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The list of toxins the human body can be exposed to is extensive. Since the list of toxins and their pathologic effects is so numerous, only some of the major toxins and their effects will be discussed in this chapter. Of these, by far the two most commonly encountered toxins are tobacco smoke and alcohol. In addition to a few major toxins, this chapter will also discuss very basic physical trauma and nutritional deficiencies.

The metabolism of xenobiotics (i.e., mechanism for removal of foreign substances such as drugs from the body) occurs via two phases. Phase I reactions involve attachment of polar functional groups to the substance, and phase II reactions involve conjugation of the substance. One important point concerning therapeutic implications is the concept that genetic variations in levels of cytochrome P-450 isozymes produce both “rapid metabolizers” and “slow metabolizers” and can result in toxic levels of medication in a patient on an otherwise normal therapeutic dose.

Cigarette Smoke

Constituents: Polycyclic aromatic hydrocarbons, arsenic, nickel, carbon monoxide, hydrogen cyanide, nicotine.

Effects of nicotine: Increased heart rate, increased blood pressure.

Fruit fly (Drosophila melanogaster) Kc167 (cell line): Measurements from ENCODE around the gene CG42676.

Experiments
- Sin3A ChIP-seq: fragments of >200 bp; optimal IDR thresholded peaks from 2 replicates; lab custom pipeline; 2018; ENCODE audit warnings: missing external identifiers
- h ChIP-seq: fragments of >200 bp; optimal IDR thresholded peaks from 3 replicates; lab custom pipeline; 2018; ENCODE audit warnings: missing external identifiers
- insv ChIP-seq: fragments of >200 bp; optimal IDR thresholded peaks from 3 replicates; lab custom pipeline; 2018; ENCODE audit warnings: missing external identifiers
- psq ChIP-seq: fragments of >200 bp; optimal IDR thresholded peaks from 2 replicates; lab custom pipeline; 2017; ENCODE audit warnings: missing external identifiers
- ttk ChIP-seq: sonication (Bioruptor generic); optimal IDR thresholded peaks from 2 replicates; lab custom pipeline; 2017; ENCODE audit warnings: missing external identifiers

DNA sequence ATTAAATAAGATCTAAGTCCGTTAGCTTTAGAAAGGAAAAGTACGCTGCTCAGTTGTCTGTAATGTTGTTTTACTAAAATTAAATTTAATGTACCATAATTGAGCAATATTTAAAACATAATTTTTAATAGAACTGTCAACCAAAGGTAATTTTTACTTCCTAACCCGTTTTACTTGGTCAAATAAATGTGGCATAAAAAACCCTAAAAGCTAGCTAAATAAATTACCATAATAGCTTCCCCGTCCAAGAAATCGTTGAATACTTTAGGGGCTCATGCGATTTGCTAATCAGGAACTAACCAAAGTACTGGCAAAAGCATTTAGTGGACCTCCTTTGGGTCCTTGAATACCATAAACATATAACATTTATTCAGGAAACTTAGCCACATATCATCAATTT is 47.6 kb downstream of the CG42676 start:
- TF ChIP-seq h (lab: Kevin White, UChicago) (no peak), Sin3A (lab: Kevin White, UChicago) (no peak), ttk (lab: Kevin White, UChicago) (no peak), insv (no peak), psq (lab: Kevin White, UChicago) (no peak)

Important points

  • About 30% of all cancer deaths and 90% of all lung cancer deaths are related to smoking.
  • Pregnant females who smoke 10 or more cigarettes a day can induce hypoxia in their fetuses, which leads to complications that include decreased fetal weight and prematurity and to premature rupture of membranes and placental abruption at the time of delivery.


Toxic levels

  • Naïve users: 0.3 to 0.4 mg/dL can result in coma or death.
  • Tolerant users: Can develop levels up to 0.7 mg/dL.

Complications of ethanol use by organ system

  • Liver: Fatty change; hepatitis due to direct toxic effect of ethanol on hepatocytes; and cirrhosis, which occurs in only 10–15% of chronic alcoholics.
  • Central nervous system (CNS): Thiamine deficiency, which may present as Wernicke encephalopathy (Figure 5-1) or Korsakoff syndrome (amnesia and confabulation). Morphologic features of thiamine deficiency include periventricular hemorrhage and petechiae of the mammillary bodies and cerebellar atrophy. Complications of ethanol use include alcohol withdrawal and associated delirium tremens.
  • Cardiovascular: Dilated cardiomyopathy, hypertension.
  • Gastrointestinal: Gastritis, pancreatitis.
  • Reproductive: Fetal alcohol syndrome is associated with mental retardation, microcephaly, maxillary hypoplasia, smooth philtrum, short palpebral fissure, and atrial septal defects.

Figure 5-1.

Wernicke encephalopathy. Note the punctate hemorrhages in the mammillary bodies. Wernicke encephalopathy is a complication of chronic alcohol abuse due to an accompanying thiamine deficiency.

Alcohol Withdrawal

Mechanism: Chronic alcohol use causes depression of α-receptors and β-receptors and enhances γ-aminobutyric acid (GABA), which serve as a stimulus to increase baseline neuronal activity. Therefore, when alcohol is withdrawn, patients have a sudden excited state of CNS ...

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